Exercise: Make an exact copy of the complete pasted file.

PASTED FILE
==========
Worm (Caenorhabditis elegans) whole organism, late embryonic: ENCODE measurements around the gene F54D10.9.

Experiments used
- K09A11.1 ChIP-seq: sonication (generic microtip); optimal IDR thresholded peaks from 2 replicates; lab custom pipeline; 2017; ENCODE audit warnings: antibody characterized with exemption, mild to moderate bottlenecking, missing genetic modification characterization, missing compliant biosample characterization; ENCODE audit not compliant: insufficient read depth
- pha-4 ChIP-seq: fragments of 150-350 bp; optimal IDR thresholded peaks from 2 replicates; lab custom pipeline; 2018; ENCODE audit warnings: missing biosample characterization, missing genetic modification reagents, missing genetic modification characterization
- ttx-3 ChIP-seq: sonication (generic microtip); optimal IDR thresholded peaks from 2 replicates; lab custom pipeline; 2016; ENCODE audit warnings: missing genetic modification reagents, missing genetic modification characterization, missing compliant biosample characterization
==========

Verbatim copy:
Worm (Caenorhabditis elegans) whole organism, late embryonic: ENCODE measurements around the gene F54D10.9.

Experiments used
- K09A11.1 ChIP-seq: sonication (generic microtip); optimal IDR thresholded peaks from 2 replicates; lab custom pipeline; 2017; ENCODE audit warnings: antibody characterized with exemption, mild to moderate bottlenecking, missing genetic modification characterization, missing compliant biosample characterization; ENCODE audit not compliant: insufficient read depth
- pha-4 ChIP-seq: fragments of 150-350 bp; optimal IDR thresholded peaks from 2 replicates; lab custom pipeline; 2018; ENCODE audit warnings: missing biosample characterization, missing genetic modification reagents, missing genetic modification characterization
- ttx-3 ChIP-seq: sonication (generic microtip); optimal IDR thresholded peaks from 2 replicates; lab custom pipeline; 2016; ENCODE audit warnings: missing genetic modification reagents, missing genetic modification characterization, missing compliant biosample characterization